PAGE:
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Jul 23, 2021 - 7:38:41 AM
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21 posts since 5/27/2014

Hello again!

This week I thought it might be fun to do one of those great squirrelly WV tunes: Hannah at the Springhouse.

The modern source for it is Melvin Wine (who says he learned it from his father, who says he learned it from his father). The traditional tune archive says it was also in the repertory of fiddler Uncle Jack McElwain.

I'm playing it in A modal tuning (gDGCD capo 2) but Melvin is somewhere closer to A-flat if you want to play along with the source recording.

You could think of this as either a single part tune or a two-parts with an extra couple beats in the middle and it's kind of interesting the way that it plays with different modes. If you notice in the first phrase it has a raisedl third that has a "major" sound and then the minor third on the repeat, gives it a kind of interesting flavor.

Anyway, here's the source recording:

Here's Old Buck (Emily Schaad, Riley Baugus + co) playing it:

Also the Reed Island Rounders:

And Canadian superfriends the All Day Breakfast Stringband put it on their recent CD:

And here's my take (with accompanying tab):

Anyway, hope that's enough to get you started on this one! Have a great week everyone!

Jul 23, 2021 - 9:15:59 AM
Players Union Member



322 posts since 3/22/2005

One of my favorites. Thanks for choosing the tune.

Jul 23, 2021 - 6:16:21 PM
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6726 posts since 6/27/2009

Thanks for covering a Melvin Wine tune, Adam, and providing a video and tab. You hit the nail on the head when you mention a chordal tweak in the A part.  It may even be a III chordal sound in the 7th measure.  I hear the A part played differently by various players and it's hard for me to determine which best fits the original.  I almost re-arranged the tune using a minor tuning gDGBbD, but decided not to.  I'm in open G tuning in my mp3 and think your modal tuning was another good way to go.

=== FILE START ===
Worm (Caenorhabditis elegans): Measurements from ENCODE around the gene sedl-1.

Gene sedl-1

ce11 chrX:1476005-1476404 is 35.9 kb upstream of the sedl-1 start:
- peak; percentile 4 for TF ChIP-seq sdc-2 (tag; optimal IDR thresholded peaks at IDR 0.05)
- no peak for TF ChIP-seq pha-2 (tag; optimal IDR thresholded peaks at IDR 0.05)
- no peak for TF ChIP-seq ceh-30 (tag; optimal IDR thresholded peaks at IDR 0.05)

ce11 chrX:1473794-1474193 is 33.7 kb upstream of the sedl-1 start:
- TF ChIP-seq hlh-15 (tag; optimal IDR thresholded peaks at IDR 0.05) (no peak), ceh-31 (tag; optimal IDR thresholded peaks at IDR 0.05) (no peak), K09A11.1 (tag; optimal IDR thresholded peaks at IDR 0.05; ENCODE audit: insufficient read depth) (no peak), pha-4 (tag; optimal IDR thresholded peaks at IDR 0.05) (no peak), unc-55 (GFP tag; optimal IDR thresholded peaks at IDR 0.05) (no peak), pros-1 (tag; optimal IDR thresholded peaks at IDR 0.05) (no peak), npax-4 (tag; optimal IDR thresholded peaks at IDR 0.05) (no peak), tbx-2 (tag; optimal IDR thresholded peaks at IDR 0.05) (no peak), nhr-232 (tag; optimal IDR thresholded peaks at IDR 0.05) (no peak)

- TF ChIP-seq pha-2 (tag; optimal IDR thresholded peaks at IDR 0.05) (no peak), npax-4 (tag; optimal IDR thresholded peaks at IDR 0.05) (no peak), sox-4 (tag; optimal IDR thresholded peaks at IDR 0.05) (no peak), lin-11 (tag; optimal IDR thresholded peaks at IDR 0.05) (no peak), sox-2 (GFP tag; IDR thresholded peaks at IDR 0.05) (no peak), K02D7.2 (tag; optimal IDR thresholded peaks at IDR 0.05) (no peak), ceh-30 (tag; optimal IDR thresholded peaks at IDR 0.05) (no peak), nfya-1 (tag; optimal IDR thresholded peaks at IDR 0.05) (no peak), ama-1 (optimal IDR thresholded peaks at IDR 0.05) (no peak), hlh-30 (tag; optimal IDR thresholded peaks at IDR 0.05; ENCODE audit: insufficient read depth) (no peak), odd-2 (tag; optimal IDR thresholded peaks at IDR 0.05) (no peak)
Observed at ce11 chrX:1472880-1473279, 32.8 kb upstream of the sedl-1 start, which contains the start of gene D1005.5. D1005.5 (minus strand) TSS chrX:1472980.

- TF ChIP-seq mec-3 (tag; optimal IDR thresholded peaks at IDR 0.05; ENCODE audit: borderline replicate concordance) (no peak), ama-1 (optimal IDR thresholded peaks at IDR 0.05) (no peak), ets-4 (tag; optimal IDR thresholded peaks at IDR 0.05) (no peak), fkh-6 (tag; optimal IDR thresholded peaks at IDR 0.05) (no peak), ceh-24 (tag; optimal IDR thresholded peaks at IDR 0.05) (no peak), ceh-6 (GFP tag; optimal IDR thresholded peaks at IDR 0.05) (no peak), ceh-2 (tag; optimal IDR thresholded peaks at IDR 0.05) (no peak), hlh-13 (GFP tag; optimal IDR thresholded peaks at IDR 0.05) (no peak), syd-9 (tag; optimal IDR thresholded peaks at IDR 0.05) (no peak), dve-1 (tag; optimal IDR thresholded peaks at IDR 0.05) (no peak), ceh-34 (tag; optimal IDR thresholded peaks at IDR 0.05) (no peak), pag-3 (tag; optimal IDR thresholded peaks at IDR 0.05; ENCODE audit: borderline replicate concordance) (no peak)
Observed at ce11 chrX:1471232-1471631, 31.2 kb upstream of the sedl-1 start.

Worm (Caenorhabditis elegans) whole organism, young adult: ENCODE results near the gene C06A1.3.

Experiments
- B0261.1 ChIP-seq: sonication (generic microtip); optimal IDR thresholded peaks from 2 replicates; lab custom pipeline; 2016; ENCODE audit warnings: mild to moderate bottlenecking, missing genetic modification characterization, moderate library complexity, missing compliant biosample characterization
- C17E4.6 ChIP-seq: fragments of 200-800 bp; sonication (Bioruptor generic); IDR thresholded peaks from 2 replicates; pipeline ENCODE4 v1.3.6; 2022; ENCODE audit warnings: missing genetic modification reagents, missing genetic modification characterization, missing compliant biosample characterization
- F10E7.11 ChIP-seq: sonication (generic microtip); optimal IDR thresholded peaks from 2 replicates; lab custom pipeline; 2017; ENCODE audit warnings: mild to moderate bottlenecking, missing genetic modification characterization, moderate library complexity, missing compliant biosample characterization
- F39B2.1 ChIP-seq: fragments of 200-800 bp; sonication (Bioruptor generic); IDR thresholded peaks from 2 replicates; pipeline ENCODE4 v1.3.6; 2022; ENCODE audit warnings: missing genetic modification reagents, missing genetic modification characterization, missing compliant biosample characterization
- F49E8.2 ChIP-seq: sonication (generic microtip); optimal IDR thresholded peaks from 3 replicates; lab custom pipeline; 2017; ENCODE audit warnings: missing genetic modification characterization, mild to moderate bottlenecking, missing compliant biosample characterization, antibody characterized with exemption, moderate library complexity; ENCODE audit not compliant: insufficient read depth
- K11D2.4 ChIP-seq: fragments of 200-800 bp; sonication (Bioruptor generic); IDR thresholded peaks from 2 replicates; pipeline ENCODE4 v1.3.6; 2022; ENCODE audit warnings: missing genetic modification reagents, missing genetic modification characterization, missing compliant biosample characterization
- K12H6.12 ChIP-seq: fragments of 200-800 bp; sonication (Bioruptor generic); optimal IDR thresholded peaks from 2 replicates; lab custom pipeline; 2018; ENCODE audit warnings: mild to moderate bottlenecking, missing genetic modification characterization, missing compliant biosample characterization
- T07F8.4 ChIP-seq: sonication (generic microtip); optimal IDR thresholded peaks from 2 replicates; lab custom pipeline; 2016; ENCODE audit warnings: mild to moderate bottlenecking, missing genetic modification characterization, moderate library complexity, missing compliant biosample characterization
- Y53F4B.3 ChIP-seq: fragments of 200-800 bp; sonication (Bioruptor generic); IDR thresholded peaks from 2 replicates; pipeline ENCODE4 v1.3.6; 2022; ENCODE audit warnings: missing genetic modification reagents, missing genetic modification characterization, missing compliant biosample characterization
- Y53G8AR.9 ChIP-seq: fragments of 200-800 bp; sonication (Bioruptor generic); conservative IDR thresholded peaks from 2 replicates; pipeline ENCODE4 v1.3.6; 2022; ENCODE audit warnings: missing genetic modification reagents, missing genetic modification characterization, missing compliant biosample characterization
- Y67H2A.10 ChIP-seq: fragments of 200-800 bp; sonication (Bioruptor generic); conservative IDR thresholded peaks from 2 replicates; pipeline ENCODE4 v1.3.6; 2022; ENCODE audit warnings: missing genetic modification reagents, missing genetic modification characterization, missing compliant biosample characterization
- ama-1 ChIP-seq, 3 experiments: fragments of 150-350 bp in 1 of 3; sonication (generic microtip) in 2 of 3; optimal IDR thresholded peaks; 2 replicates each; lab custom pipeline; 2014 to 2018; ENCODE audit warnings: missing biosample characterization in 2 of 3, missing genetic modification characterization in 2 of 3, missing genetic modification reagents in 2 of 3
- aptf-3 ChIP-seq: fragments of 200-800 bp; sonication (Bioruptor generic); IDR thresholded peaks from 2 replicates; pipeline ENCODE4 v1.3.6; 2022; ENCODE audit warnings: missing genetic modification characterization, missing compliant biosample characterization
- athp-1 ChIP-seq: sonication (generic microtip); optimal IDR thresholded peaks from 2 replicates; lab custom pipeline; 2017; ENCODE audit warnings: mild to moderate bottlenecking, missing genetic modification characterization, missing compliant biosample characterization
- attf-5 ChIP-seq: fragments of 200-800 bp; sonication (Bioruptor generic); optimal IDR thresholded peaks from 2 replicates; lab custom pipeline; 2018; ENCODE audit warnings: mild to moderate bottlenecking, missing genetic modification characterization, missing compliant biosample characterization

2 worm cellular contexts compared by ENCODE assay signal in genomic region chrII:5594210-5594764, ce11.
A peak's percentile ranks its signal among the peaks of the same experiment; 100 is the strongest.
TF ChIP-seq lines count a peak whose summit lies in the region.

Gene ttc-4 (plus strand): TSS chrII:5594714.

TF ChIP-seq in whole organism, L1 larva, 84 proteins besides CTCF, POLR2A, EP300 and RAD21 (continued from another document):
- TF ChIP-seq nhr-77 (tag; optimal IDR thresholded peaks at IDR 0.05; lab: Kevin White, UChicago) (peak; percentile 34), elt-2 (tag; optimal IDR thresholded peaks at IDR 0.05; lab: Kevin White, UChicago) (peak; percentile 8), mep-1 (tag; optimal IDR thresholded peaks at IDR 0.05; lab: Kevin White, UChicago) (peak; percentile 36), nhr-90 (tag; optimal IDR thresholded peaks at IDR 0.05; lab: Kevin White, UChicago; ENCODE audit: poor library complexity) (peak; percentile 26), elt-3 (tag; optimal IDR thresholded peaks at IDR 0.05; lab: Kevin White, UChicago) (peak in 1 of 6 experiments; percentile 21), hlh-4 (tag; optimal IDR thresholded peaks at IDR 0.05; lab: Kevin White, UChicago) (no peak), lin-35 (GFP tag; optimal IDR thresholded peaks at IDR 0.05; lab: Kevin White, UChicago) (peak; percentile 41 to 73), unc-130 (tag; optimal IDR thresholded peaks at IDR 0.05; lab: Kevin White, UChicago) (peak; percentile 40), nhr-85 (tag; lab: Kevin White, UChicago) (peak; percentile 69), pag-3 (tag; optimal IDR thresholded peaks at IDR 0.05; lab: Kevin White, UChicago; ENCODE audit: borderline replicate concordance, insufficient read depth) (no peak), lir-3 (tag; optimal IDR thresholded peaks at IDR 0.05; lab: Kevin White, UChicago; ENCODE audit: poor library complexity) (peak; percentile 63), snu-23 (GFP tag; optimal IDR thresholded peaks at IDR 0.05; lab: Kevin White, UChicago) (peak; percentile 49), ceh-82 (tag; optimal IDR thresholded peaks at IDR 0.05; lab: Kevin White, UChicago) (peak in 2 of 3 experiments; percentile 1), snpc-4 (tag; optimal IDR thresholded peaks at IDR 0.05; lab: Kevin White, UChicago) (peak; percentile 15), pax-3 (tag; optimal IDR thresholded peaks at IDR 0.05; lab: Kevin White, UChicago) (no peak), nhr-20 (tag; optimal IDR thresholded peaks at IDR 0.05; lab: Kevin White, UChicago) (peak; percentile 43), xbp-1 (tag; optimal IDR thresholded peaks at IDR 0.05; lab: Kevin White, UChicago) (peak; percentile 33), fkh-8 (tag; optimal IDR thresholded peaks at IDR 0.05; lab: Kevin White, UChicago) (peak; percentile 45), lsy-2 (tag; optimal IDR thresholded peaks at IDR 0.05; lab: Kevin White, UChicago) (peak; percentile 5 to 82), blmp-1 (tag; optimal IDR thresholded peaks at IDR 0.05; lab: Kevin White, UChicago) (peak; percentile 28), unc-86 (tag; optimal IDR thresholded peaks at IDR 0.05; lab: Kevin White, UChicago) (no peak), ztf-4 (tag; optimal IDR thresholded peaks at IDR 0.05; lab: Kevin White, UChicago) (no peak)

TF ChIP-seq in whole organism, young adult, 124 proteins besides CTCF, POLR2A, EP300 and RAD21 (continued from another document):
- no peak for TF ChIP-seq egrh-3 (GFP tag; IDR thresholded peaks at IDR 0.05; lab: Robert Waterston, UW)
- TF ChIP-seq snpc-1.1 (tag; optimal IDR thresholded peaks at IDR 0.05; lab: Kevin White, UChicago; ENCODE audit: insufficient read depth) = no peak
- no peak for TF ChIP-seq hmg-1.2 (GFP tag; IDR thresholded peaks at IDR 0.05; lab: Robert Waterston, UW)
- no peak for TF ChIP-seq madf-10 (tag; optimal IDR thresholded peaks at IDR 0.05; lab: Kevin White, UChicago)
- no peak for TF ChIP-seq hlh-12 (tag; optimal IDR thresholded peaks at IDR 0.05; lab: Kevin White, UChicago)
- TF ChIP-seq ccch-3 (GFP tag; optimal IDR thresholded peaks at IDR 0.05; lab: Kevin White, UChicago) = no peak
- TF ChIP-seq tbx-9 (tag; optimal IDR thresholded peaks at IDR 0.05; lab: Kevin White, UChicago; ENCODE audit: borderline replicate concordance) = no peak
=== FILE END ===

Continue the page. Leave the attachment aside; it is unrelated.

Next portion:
In this recording I was playing my very first banjo purchased at McCabes Music in Santa Monica in the 70's.  Many banjos later, it hangs on the wall and is the lightest weight banjo imaginable.

Melvin had spoken about Uncle Jack McElwain as a mentor, if I remember correctly.  Perhaps Carl can enlighten us more.

When I first learned the tune I looked up springhouse.  It's a small building over a spring to keep food cold and to keep out animals and plant debris.  Some may even have ice if it's cold enough.

Edited by - JanetB on 07/23/2021 18:17:34

Jul 23, 2021 - 8:22:57 PM



10374 posts since 10/5/2006

Lovely, hypnotic tune from Melvin Wine. Thanks for posting.

Jul 24, 2021 - 5:53:15 AM
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2293 posts since 12/16/2007

Originally posted by JanetBMelvin had spoken about Uncle Jack McElwain as a mentor, if I remember correctly.  Perhaps Carl can enlighten us more.

Jul 24, 2021 - 6:07:25 PM
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6726 posts since 6/27/2009

The best information I have found on Melvin Wine's relationship to Uncle Jack McElwain is in Drew Beisswenger's book called Fiddling Way Out Yonder, The Life and Music of Melvin Wine.  

On page 55 Melvin is quoted describing a job he had as a 17 year-old when he ran into an old fiddler, who it turns out was Uncle Jack, already a winning fiddler who had once competed and beat Melvin's father, Bob Wine.  As Melvin puts it: "Directly he said to me, said, 'Sonny, is that a fiddle over there in that case?' I had a case.  I said, 'Yeah.' He said, 'Can you play it?' I said, 'Little bit.' He said, 'Well, can you play me a tune?' 'Well,' I said, 'I can't right now...soon as they move out a little, well, I'll play for you'...and I got out my fiddle and played a few tunes for him.  He said, 'I'll tell you what I'll do,' he said, 'They're having a fiddle contest up at...Clendinin [perhaps Charleston].' Said, 'If you go up there, and if you don't win a prize, I'll give you a twenty-dollar gold piece.'"  

Melvin didn't go to compete and regretted it, but got to talk more with Jack over the years.  So although Uncle Jack didn't teach Melvin directly, Melvin learned listening to his playing and sites him as one of the two people who influenced him most, his father being the other fiddler.

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